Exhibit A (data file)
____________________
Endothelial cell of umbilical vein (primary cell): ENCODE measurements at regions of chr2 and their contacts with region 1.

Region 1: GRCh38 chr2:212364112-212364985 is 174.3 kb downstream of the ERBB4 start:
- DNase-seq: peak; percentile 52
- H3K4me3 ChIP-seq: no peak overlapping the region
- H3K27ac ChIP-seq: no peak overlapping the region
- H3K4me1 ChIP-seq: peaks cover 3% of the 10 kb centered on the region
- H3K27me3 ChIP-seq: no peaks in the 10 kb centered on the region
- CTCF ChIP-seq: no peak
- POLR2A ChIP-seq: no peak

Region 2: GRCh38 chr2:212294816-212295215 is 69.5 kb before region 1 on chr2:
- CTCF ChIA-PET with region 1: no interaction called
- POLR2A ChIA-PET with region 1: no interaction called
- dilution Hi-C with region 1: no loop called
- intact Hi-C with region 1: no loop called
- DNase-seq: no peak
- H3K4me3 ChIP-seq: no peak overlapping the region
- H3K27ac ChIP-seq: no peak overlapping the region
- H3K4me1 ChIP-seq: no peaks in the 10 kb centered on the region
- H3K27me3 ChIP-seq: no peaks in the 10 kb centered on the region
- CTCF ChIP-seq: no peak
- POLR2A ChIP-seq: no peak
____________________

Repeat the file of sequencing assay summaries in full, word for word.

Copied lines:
Endothelial cell of umbilical vein (primary cell): ENCODE measurements at regions of chr2 and their contacts with region 1.

Region 1: GRCh38 chr2:212364112-212364985 is 174.3 kb downstream of the ERBB4 start:
- DNase-seq: peak; percentile 52
- H3K4me3 ChIP-seq: no peak overlapping the region
- H3K27ac ChIP-seq: no peak overlapping the region
- H3K4me1 ChIP-seq: peaks cover 3% of the 10 kb centered on the region
- H3K27me3 ChIP-seq: no peaks in the 10 kb centered on the region
- CTCF ChIP-seq: no peak
- POLR2A ChIP-seq: no peak

Region 2: GRCh38 chr2:212294816-212295215 is 69.5 kb before region 1 on chr2:
- CTCF ChIA-PET with region 1: no interaction called
- POLR2A ChIA-PET with region 1: no interaction called
- dilution Hi-C with region 1: no loop called
- intact Hi-C with region 1: no loop called
- DNase-seq: no peak
- H3K4me3 ChIP-seq: no peak overlapping the region
- H3K27ac ChIP-seq: no peak overlapping the region
- H3K4me1 ChIP-seq: no peaks in the 10 kb centered on the region
- H3K27me3 ChIP-seq: no peaks in the 10 kb centered on the region
- CTCF ChIP-seq: no peak
- POLR2A ChIP-seq: no peak